Dartmoor Princetown Walk.A walker makes his way from South Hessary Tor back to Princetown.

New walking routes offer fresh inspiration to enjoy Dartmoor

Ben Fox
Ben Fox
Dartmoor Princetown Walk. A walker makes his way from South Hessary Tor back to Princetown.

A series of ‘Welcome to Dartmoor’ walking routes have been launched to introduce people to Dartmoor’s history, heritage and habitats.

Dartmoor National Park Authority has developed routes to encourage less confident walkers to explore the National Park and understand the landscape they’re seeing. Each walk gives people opportunities to eat and drink locally and make it part of their Dartmoor experience.

It’s been funded with £5,000 from the Heart of the West Local Enterprise Partnership (HotSW LEP) to support the rural economy and tourism.

Routes vary in distance, from 3km to a more energetic 10km, and can be downloaded for free from Dartmoor National Park’s website (https://www.dartmoor.gov.uk/enjoy-dartmoor/outdoor-activities/walking/walking-routes).

There are six walks to choose from.

Princetown (3km) – An easy access route that takes you on top of the moors to South Hessary Tor where people can soak in the wide expanse of the moors and far reaching views.

Ilsington (5km) – A wander through a timeless village and stunning green lanes with views of Haytor Rocks in the distance.

Hexworthy (5km) – A walk with one steep climb taking in historic farmsteads, mediaeval packhorse routes and a landscape steeped in tin mining history.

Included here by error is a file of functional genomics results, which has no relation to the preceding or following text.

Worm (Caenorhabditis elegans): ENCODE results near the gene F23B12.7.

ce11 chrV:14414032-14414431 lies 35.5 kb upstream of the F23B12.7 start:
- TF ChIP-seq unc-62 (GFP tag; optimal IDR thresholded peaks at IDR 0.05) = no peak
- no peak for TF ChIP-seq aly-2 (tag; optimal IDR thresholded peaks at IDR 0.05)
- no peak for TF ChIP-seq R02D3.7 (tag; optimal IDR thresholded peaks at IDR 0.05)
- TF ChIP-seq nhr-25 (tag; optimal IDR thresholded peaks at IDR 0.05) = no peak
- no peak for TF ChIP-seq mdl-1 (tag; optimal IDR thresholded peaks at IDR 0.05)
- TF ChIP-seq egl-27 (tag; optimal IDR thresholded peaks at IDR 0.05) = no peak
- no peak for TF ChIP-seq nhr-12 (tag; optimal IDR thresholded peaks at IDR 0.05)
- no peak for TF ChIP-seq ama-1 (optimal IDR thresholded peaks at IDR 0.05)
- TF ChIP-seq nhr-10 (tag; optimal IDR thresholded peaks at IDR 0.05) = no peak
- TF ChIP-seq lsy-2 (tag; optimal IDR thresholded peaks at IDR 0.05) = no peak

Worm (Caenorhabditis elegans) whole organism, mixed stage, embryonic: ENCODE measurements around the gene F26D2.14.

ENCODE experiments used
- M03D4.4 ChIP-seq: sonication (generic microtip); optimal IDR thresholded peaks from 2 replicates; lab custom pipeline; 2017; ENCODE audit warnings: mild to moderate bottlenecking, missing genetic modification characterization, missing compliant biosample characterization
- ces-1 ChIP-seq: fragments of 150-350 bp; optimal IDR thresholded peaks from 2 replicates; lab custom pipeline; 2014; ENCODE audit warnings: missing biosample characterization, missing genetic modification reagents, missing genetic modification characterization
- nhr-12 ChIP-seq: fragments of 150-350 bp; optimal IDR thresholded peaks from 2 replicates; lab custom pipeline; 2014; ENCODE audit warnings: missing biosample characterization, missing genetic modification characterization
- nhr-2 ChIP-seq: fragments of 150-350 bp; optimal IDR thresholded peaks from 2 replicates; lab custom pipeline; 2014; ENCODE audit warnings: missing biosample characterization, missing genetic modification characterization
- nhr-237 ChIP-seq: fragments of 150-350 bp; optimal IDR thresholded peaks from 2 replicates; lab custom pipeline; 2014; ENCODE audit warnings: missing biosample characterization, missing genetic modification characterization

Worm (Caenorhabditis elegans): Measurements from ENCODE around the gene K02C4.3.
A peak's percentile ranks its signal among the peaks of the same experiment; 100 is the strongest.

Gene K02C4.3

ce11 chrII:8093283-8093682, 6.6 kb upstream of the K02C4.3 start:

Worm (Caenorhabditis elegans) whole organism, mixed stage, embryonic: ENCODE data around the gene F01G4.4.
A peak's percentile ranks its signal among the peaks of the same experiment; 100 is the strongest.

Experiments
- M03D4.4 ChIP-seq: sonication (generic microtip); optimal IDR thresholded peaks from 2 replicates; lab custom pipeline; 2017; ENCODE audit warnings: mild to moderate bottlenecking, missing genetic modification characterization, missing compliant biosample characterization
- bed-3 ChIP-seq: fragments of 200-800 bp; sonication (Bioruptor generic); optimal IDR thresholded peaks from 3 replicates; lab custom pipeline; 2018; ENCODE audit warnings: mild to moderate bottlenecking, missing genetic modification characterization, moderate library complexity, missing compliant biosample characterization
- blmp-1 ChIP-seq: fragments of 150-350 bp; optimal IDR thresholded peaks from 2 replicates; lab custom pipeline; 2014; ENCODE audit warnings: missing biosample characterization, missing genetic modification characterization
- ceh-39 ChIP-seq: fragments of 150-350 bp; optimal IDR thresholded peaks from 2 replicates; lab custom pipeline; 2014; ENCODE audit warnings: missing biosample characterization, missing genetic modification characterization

Dartmeet (5.5km) – An exploration of the river valley of the East Dart with ancient river crossings and opportunities to learn about Dartmoor’s mining past.

Buckfastleigh (5.8km) – Meander through Buckfastleigh and the Abbey village of Buckfast discovering interesting features such as weavers’ cottages and church ruins.

Four Villages (10km) – a longer circular walk through South Tawton, South Zeal, Sticklepath and Belstone with plenty of options for a pub pit-stop along the way.

Dartmoor National Park Authority’s Recreation Strategy Development Officer Jennifer Manning said: “Lots of people are discovering and rediscovering the joys of walking, both for mental and physical good health.

‘The Welcome to Dartmoor walks are a perfect way for people to discover a little more about these places and enjoy food or drink in one of the local businesses too. We hope people continue to support businesses outside of the main visitor season.”

Chair of the Heart of the South West Local Enterprise Partnership Karl Tucker said: “We’re keen to support our partners at Dartmoor National Park Authority in bringing increased enjoyment and understanding of the landscape and its heritage to local residents and visitors, as well as promoting our local food and drink businesses.

‘Having grown up walking on Dartmoor I welcome any initiative that encourages people to explore the moor and enjoy the fantastic countryside, views and wildlife it offers. It is a truly special place, and one of the Heart of the South West area’s world-class natural assets.”

The Authority is keen to hear from businesses or town/village organisations that would like to would like to work together and develop more Welcome to Dartmoor routes.

Contact the Recreation and Access team by email (mailto:recreation@dartmoor.gov.uk?subject=Welcome%20to%20Dartmoor)

Local Life